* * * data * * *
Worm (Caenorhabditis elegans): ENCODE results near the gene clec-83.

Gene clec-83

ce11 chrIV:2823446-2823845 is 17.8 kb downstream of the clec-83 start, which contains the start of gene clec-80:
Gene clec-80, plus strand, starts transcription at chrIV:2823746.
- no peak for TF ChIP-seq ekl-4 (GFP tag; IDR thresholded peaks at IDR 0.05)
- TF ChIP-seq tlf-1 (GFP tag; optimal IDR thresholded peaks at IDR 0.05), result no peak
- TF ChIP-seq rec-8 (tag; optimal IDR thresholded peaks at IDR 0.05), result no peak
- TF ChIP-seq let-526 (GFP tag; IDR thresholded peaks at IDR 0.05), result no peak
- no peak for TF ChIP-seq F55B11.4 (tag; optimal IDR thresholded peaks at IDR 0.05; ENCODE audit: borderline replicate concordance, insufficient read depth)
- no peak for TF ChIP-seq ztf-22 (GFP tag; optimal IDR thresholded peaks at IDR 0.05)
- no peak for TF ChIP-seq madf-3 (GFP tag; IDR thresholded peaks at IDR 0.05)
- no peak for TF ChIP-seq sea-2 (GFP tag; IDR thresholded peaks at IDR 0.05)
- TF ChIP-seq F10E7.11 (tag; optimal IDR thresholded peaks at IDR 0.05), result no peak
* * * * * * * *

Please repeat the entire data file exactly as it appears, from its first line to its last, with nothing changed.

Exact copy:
Worm (Caenorhabditis elegans): ENCODE results near the gene clec-83.

Gene clec-83

ce11 chrIV:2823446-2823845 is 17.8 kb downstream of the clec-83 start, which contains the start of gene clec-80:
Gene clec-80, plus strand, starts transcription at chrIV:2823746.
- no peak for TF ChIP-seq ekl-4 (GFP tag; IDR thresholded peaks at IDR 0.05)
- TF ChIP-seq tlf-1 (GFP tag; optimal IDR thresholded peaks at IDR 0.05), result no peak
- TF ChIP-seq rec-8 (tag; optimal IDR thresholded peaks at IDR 0.05), result no peak
- TF ChIP-seq let-526 (GFP tag; IDR thresholded peaks at IDR 0.05), result no peak
- no peak for TF ChIP-seq F55B11.4 (tag; optimal IDR thresholded peaks at IDR 0.05; ENCODE audit: borderline replicate concordance, insufficient read depth)
- no peak for TF ChIP-seq ztf-22 (GFP tag; optimal IDR thresholded peaks at IDR 0.05)
- no peak for TF ChIP-seq madf-3 (GFP tag; IDR thresholded peaks at IDR 0.05)
- no peak for TF ChIP-seq sea-2 (GFP tag; IDR thresholded peaks at IDR 0.05)
- TF ChIP-seq F10E7.11 (tag; optimal IDR thresholded peaks at IDR 0.05), result no peak